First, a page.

- Alex Stone, Communications Manager, EOI
In my family, Mother’s Day usually includes an assortment of flowers, cards, candy and family time spent over sit-down meal. After all, Mother’s Day is an important day to honor and thank mom for all she’s done.
As a child, my mother always packed my lunch, helped my sister and I with our homework – and stayed home from work when we were sick. I didn’t realize it at the time, but now I know just how hard that part was.
See, my mom had no paid sick days at her job – and because my middle class family depended on two incomes, her paycheck was critical to making ends meet. When my mom missed work because my sister or I was sick, it had a direct impact on our family’s budget.
Of course, the juggling act of work and family wasn’t unique to my family then, and isn’t unique now – in fact, millions of working parents across America are still unable to take a paid sick day when they or their child gets sick.
Nationally, just 43% of female workers have no access to paid sick days – many of them mothers and daughters who are the primary caregivers for their children and adult parents.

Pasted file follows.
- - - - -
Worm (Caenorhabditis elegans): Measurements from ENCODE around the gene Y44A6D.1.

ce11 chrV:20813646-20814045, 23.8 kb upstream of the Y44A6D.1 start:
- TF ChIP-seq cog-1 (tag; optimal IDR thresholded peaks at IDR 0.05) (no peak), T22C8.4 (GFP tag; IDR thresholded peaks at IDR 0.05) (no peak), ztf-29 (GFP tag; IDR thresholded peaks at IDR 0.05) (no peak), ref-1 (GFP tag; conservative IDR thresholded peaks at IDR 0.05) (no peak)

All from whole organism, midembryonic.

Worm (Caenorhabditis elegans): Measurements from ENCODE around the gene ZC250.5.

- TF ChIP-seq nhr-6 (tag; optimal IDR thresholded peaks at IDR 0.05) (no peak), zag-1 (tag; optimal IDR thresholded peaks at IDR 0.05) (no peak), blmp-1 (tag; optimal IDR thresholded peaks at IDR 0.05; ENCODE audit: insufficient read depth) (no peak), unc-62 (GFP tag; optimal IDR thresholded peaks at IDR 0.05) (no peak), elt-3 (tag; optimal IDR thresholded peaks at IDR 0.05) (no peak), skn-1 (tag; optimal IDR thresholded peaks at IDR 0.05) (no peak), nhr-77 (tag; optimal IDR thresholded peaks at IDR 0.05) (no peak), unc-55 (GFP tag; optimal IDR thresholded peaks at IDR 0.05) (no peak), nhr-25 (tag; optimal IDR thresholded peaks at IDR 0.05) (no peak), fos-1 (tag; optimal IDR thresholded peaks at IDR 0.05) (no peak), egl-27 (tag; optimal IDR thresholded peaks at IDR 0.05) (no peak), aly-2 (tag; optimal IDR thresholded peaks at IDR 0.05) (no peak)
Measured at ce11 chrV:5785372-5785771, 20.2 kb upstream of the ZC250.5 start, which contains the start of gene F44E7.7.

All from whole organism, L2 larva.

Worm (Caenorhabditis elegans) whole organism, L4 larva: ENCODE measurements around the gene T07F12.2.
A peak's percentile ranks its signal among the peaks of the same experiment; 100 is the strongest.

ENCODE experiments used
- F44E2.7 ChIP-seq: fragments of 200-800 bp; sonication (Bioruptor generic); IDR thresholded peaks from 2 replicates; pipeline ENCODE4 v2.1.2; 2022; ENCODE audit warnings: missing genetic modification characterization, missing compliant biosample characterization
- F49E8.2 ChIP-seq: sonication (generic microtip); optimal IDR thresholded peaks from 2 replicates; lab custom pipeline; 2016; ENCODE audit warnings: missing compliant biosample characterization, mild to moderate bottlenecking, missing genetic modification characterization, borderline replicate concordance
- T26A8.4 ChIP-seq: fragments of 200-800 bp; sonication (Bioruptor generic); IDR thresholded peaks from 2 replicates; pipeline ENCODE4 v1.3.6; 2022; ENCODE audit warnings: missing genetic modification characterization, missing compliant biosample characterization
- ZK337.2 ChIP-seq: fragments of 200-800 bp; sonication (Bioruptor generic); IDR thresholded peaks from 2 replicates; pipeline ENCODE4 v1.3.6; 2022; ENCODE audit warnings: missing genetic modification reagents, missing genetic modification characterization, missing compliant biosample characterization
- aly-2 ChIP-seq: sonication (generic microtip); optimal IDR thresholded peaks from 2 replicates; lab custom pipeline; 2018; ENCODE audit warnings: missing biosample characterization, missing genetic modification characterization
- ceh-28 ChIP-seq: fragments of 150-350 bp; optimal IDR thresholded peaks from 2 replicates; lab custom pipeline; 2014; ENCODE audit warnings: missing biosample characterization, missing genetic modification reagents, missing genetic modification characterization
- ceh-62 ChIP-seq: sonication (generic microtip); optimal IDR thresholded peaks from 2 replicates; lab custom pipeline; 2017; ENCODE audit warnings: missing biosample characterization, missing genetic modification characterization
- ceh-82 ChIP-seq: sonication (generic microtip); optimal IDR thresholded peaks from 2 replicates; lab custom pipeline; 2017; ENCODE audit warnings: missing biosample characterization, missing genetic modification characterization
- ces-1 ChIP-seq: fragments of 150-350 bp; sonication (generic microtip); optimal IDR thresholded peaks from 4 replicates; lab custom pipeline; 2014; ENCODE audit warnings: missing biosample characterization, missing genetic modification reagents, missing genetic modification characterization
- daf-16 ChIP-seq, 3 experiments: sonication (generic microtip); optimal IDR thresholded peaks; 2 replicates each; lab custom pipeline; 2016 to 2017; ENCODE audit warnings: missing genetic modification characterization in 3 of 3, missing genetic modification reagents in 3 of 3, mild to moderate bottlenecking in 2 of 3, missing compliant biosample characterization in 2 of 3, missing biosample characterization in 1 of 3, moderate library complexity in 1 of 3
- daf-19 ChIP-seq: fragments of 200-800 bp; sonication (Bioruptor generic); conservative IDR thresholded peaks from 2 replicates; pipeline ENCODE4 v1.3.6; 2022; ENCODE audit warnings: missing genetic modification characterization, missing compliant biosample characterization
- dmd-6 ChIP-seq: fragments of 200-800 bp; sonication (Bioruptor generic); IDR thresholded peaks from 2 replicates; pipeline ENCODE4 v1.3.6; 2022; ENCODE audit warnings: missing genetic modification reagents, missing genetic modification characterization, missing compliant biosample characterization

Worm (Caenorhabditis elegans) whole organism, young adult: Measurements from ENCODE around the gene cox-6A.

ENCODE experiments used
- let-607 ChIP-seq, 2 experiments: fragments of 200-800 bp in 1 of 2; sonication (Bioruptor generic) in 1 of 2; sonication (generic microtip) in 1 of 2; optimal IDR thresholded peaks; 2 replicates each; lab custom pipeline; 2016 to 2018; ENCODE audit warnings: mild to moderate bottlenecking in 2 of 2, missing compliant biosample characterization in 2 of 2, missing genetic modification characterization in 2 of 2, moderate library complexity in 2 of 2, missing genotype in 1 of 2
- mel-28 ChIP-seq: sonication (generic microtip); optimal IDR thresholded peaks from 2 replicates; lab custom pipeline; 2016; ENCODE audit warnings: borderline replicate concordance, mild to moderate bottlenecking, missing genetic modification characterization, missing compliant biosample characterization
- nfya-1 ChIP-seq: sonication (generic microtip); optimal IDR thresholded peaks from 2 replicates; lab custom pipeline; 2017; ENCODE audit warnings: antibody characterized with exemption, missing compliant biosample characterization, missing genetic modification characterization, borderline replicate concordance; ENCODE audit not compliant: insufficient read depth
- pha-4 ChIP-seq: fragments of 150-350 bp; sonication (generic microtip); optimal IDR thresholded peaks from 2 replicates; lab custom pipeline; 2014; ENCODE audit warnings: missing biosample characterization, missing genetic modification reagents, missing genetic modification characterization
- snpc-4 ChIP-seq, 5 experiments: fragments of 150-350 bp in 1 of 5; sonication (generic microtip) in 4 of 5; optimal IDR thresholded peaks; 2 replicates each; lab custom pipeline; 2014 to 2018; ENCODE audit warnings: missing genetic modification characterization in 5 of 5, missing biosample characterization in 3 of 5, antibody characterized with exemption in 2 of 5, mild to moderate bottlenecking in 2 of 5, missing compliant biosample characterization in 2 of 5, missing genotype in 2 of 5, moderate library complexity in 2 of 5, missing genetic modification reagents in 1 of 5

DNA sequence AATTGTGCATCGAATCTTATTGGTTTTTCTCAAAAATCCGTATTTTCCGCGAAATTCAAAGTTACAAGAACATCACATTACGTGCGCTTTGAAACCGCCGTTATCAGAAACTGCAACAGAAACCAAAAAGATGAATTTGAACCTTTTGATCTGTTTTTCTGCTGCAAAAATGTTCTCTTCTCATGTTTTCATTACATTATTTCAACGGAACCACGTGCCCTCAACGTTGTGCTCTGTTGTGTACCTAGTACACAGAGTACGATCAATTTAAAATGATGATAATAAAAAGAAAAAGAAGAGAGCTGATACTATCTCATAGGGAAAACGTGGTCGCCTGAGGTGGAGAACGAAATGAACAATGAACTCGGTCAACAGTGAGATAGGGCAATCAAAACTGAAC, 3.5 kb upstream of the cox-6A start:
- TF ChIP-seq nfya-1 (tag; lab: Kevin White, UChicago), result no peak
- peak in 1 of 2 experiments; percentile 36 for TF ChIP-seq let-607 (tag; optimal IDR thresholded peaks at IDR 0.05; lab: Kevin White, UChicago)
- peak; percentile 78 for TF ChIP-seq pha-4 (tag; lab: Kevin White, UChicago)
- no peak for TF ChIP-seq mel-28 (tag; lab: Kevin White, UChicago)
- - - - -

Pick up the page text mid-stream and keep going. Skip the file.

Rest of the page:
Women are also more likely to work part-time jobs than men, where just 26% of workers get paid sick leave. And with 1.2 million Washington workers lacking paid sick days at work, balancing work and family obligations is still a huge burden for many parents.
Recognizing the problem, several cities and states have begun to establish a paid sick days standard. Like a minimum wage, these requirements set a minimum standard for sick leave, and encourage sick workers to stay home when they or their children are sick. Paid sick days help prevent the spread of disease and ensure millions of working mothers and fathers don’t have to choose between their family and a paycheck.
Legislation has been passed in San Francisco, Milwaukee and Washington, D.C., and more is under consideration in Connecticut, New York and elsewhere. Recently, Seattle joined the push with the Seattle Coalition for a Healthy Workforce, which would allow all workers in Seattle to earn paid sick days on the job.
So this Mother’s Day, be sure to thank mom for all she’s done – and don’t forget to bring the flowers.